Batteries use plastic instead of metal

US engineers have created a battery that uses plastic, rather than metal, to conduct electrical current.

Batteries use plastic instead of metal




Tayhas Palmore (pictured), an associate professor in Brown University’s Division of Engineering, wanted to combine the benefits of battery and capacitor. A description of the prototype is published in Advanced Materials.

The tip of a thin strip of gold-coated plastic film is covered with polypyrrole – a chemical compound that carries an electrical current. The process was repeated, this time using another kind of conduction-altering chemical. The two strips, with different polymer tips, are stuck together, separated by a papery membrane to prevent a short circuit.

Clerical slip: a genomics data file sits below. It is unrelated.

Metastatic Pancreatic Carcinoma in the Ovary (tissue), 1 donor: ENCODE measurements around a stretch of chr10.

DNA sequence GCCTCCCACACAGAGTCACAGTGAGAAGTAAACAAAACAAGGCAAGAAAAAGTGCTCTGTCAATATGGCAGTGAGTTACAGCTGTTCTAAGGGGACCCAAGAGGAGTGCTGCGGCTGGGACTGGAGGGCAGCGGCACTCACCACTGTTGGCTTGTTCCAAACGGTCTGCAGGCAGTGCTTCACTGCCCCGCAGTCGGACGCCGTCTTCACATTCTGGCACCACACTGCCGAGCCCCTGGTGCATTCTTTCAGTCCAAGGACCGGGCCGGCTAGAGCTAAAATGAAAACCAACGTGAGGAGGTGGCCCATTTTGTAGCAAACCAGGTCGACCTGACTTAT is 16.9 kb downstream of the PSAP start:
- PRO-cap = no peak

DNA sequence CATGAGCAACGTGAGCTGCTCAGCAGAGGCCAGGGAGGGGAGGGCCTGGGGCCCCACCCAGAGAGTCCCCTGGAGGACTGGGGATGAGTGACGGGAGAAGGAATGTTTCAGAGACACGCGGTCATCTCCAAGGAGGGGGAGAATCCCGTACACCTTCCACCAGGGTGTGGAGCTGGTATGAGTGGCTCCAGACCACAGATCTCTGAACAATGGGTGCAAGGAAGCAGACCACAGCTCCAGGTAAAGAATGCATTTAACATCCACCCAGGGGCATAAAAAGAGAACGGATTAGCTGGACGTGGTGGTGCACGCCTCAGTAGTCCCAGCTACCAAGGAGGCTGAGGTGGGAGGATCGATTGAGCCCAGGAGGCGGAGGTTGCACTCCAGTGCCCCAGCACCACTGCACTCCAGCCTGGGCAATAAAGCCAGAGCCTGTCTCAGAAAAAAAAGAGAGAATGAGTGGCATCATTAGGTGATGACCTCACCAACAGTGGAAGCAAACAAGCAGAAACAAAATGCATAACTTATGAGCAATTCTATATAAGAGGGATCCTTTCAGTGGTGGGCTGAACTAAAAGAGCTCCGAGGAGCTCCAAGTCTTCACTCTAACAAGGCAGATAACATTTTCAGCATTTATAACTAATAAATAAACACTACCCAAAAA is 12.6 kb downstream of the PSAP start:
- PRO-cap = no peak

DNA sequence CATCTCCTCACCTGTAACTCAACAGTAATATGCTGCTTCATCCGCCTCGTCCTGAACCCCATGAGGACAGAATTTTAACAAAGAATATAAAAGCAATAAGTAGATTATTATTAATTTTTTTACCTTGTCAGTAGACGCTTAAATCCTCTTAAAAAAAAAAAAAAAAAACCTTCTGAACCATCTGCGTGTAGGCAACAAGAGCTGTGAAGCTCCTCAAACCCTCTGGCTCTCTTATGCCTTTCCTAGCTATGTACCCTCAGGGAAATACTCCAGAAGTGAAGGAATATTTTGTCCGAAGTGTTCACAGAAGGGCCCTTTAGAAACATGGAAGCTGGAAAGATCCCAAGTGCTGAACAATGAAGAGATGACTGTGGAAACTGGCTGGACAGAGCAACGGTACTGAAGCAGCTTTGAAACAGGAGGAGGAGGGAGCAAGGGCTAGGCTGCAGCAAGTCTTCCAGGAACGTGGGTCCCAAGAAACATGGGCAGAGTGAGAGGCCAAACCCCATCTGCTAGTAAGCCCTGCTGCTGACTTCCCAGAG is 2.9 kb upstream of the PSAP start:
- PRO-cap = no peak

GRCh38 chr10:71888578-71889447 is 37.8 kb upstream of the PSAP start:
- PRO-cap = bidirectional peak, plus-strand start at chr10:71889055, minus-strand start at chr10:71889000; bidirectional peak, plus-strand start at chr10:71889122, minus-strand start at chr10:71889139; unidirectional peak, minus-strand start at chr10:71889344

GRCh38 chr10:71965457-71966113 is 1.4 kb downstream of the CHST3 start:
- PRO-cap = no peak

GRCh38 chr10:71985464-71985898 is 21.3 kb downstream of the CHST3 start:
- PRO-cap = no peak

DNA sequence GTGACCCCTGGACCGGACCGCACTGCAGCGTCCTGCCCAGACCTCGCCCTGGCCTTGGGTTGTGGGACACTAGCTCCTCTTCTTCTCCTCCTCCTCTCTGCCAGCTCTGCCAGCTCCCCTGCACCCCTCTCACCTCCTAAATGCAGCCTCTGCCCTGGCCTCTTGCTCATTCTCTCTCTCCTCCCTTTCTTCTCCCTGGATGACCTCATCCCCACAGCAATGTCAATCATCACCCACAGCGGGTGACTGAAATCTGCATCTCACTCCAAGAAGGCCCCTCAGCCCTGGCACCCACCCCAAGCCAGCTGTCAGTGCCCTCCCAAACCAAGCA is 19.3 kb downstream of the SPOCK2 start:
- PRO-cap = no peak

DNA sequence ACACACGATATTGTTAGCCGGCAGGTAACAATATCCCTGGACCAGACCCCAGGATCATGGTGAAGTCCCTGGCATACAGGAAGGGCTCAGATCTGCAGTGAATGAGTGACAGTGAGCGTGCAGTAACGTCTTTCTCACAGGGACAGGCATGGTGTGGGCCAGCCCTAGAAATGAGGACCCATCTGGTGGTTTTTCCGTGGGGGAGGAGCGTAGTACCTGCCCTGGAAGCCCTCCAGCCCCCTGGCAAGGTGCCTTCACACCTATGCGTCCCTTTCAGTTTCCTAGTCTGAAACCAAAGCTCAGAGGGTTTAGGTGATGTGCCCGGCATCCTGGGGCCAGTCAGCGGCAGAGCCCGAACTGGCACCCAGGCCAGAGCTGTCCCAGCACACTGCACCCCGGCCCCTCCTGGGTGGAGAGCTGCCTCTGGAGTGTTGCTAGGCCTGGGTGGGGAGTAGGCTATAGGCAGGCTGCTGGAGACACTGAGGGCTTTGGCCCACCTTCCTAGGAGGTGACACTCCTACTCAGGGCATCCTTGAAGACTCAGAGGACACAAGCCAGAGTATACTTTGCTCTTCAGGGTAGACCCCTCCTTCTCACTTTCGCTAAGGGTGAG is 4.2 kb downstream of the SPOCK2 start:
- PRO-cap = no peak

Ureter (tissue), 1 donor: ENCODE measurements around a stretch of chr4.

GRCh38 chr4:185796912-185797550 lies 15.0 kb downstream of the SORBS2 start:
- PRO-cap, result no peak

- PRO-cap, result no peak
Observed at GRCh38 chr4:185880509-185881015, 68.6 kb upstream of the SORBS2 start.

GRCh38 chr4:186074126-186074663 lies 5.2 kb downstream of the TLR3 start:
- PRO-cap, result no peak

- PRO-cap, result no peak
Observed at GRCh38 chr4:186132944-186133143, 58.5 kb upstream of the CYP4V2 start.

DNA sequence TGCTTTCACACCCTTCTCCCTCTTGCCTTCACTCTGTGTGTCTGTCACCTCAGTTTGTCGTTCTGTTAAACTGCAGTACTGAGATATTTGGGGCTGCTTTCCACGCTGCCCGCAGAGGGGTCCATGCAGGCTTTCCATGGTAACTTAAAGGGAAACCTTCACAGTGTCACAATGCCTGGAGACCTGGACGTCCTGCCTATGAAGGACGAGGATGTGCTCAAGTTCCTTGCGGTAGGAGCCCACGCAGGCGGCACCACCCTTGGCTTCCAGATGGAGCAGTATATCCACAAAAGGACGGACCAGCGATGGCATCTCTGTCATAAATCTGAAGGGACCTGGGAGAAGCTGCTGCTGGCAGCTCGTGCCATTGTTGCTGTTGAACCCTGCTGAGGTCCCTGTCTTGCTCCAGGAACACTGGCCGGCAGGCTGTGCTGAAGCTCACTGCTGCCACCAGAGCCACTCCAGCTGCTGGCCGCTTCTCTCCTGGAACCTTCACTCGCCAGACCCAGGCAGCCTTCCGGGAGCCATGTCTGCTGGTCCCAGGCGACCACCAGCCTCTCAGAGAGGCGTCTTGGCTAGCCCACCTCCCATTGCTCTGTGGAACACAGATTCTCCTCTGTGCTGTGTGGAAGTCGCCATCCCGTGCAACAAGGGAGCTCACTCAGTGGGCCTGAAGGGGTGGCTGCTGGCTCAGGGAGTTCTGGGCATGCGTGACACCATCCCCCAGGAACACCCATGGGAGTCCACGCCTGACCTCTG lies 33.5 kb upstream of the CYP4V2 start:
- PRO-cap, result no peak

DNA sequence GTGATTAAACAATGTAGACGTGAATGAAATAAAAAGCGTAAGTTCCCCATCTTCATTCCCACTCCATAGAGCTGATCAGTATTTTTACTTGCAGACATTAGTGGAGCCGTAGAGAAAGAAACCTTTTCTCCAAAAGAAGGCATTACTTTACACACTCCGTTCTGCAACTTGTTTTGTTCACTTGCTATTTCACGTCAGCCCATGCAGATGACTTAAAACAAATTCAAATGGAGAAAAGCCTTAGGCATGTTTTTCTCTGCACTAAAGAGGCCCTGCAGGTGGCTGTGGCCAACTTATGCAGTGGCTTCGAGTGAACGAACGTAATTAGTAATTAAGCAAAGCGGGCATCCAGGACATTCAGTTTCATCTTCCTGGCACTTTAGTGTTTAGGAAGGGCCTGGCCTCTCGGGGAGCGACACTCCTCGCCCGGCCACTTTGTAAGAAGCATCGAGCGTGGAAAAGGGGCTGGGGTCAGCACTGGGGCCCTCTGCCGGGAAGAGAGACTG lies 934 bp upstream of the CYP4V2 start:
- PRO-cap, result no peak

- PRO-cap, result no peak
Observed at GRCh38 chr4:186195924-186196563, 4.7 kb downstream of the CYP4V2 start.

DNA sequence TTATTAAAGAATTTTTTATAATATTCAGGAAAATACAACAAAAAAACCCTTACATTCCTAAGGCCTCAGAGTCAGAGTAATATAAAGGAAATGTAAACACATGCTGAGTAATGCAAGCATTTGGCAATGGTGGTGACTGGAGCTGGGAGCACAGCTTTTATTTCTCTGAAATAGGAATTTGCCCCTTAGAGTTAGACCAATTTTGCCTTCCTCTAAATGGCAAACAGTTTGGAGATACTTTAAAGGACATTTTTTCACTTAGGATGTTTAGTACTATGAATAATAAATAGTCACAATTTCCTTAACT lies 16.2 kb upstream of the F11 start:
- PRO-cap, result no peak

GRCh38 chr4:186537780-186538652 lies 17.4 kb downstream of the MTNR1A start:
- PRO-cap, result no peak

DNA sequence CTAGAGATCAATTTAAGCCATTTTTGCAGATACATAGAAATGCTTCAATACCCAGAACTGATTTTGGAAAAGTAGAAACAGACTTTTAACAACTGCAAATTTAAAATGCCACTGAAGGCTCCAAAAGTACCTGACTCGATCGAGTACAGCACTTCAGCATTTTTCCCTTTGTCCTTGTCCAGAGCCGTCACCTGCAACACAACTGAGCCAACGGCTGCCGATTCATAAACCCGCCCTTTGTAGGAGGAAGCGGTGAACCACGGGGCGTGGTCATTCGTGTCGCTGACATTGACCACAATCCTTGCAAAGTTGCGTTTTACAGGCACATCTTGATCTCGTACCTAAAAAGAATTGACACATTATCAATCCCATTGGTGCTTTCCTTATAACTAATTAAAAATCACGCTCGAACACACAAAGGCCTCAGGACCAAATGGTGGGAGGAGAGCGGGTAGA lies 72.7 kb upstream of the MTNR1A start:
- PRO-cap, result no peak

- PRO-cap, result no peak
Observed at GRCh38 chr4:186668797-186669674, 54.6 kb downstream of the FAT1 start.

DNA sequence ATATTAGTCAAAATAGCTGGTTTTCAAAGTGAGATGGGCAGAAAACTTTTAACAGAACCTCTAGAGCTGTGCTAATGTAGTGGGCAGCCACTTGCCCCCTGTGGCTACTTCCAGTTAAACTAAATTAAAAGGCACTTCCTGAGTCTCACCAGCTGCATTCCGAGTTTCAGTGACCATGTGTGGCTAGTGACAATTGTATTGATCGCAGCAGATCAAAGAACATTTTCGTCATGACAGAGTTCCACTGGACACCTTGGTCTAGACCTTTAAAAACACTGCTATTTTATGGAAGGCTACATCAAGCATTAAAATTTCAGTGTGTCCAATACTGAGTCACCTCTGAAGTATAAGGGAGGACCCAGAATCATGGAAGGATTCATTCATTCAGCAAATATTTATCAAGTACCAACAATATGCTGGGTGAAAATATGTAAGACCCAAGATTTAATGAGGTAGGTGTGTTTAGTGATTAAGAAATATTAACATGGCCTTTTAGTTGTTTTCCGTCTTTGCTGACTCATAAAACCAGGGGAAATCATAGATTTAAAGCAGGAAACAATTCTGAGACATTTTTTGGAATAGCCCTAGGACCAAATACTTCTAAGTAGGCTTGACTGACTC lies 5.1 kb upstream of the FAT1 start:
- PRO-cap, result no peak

Palmore says that the battery is smaller than an iPod Nano. At the same time it is thinner, and about as slim, as an overhead transparency.

"You start thinking about this polymer and you start thinking that you can create batteries everywhere out of it," Palmore said. "You could wrap cell phones in it or electronic devices. Conceivably, you could even make fabric out of this composite."

Author
Lou Reade

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